You may be a fan of Philadelphia for its place in U.S. history—after all, our Founding Fathers signed the Declaration of Independence and Constitution here. Or you may know the city through its museums—the Philadelphia Museum of Art, Rodin Museum, Barnes Foundation, Franklin Institute et al. Or you may simply be curious about Philadelphia because this is where the hit flick Silver Linings Playbook was filmed. However you’re drawn to the city, the new Hotel Monaco Philadelphia in the heart of “the nation’s most historic square mile,” i.e., overlooking the Liberty Bell, Independence Hall and other national treasures, is a unique base of operations from which to experience all it offers. Breaking new ground in this old city, it’s a daringly hip, glamorous hotel with a first-cut indie-modern steak house, the Red Owl Tavern, and a happening rooftop bar, Stratus Lounge. This month take in any or all the above, plus American Spirits: The Rise and Fall of Prohibition, described as “our most colorful and complex constitutional hiccup,” through April 28 at the National Constitution Center.
New Look at Old Ivy
New Hampshire’s Hanover Inn, known as Dartmouth’s “front door” since it’s been greeting visitors to campus for the past two centuries, has undergone a major makeover and is now sporting what’s described as a contemporary and refreshed look, albeit with signature local touches. The new wifi-equipped lobby boasts a centerpiece “Concord gray” granite table and hand-blown glass lamps from Simon Pearce of nearby Quechee, Vt., while 108 updated rooms and suites now welcome the weary with plush new beds and other furnishings from Vermont-based Pompanoosuc Mills. Still, alums need not fear the loss of traditional charm to sleek sophistication, since the front porch’s old-fashioned rockers looking out on the green still invite “settin’” in place. In addition to the lodging updates, dining options have expanded exponentially thanks to the just-opened restaurant, Pine, developed by James Beard award winner Michael Schlow, the man behind the acclaimed Radius and Via Matta restaurants in Boston and Alta Strada at Foxwoods’ MGM Grand.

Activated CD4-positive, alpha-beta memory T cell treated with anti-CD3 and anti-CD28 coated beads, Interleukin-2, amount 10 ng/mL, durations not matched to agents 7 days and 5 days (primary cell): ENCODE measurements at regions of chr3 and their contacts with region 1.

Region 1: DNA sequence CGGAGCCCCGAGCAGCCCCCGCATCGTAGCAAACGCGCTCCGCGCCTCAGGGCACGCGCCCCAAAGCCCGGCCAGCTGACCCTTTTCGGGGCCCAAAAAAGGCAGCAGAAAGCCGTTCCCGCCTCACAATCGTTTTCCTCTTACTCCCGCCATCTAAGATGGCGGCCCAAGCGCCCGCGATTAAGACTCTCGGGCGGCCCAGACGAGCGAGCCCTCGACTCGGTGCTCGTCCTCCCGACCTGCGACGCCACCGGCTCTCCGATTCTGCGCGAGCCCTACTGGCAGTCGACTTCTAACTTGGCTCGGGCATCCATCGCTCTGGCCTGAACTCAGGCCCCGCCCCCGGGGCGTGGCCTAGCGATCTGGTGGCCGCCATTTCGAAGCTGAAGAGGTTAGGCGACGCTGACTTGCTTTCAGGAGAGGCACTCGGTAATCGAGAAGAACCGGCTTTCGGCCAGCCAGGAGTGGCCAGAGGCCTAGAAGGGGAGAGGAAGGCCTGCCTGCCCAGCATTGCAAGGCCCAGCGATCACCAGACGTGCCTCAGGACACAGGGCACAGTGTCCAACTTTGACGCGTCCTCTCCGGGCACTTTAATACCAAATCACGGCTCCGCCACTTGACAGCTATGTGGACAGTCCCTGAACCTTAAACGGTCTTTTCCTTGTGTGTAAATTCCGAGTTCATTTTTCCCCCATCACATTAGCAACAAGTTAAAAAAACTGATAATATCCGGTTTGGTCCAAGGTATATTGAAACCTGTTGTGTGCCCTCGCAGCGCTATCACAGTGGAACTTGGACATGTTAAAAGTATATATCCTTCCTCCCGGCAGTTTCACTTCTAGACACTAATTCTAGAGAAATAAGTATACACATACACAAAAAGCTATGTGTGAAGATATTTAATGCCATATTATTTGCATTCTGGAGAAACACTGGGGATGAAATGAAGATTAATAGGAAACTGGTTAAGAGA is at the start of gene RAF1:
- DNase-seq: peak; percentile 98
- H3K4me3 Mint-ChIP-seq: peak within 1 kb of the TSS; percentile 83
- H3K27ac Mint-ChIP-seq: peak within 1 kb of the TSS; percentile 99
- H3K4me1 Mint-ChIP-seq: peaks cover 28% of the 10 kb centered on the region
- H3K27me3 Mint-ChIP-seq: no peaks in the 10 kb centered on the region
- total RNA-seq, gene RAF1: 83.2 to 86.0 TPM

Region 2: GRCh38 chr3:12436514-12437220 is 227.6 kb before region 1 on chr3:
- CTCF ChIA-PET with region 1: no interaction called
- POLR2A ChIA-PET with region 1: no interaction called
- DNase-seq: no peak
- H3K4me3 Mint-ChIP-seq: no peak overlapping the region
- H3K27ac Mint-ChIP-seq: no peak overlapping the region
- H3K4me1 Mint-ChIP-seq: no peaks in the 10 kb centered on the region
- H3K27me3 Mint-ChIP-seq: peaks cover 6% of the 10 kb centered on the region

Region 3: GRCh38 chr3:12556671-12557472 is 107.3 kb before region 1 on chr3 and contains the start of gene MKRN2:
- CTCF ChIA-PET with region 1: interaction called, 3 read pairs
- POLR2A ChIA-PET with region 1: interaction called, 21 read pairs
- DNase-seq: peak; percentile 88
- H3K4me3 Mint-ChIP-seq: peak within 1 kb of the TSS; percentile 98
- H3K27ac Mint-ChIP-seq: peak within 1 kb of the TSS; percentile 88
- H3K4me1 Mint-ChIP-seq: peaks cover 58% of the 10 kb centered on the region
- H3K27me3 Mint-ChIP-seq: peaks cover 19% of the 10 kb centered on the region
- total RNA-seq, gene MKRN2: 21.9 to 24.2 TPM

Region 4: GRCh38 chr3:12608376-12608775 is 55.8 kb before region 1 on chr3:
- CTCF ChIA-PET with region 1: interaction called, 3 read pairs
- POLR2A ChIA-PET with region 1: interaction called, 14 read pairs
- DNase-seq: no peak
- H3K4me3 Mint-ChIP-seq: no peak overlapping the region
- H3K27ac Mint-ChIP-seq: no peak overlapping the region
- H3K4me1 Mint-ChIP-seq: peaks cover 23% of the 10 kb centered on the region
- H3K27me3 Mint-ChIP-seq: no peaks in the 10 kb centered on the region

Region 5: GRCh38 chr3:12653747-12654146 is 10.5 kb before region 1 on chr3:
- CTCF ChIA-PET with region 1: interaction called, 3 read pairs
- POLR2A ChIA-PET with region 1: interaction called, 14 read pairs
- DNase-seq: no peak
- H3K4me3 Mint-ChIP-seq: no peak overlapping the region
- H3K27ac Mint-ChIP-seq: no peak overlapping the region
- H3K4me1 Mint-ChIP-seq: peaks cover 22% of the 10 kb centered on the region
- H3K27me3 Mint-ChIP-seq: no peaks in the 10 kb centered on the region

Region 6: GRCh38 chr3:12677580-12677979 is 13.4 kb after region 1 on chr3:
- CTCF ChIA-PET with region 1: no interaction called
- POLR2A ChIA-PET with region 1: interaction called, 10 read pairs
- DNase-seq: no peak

Bicentennial Flags and Flourishes in 2013
There’s lots happening this season in Baltimore. First and foremost, the city continues to commemorate the bicentennial of the two-year War of 1812 and of “The Star Spangled Banner,” written by Francis Scott Key as he watched the Battle of Fort McHenry, and the flag flying over the fort, from a ship in the harbor. So must-stops are the fort itself and the Maryland Historical Society, where Key’s poem is displayed. Also worth a look: a film documenting how our national anthem came to be played at sporting events, at the Babe Ruth Birthplace Museum (opening day at nearby Camden Yards is April 5); the Follow the Yellow Brick Road exhibit, through Sept. 15 at the Port Discovery Children’s Museum; Max Weber: Bringing Paris to New York, through June 23 in the stunning new contemporary wing at the Baltimore Museum of Art (BMA); and The Art of Storytelling: Lies, Enchantment, Humor & Truth, through Sept. 1 at the American Visionary Art Museum, a nationally renowned showcase for self-taught artists. New lodgings run from the small Inn at the Black Olive, an eco-friendly inn with a warm Greek accent, to the large and luxe Four Seasons hotel, both with harbor views; for dining, Gertrude’s in the BMA offers polished Chesapeake Bay fare in a sculpture-garden setting, while B&O American Brasserie in the Beaux Arts B&O Railroad building serves up brasserie fare in a city-chic setting.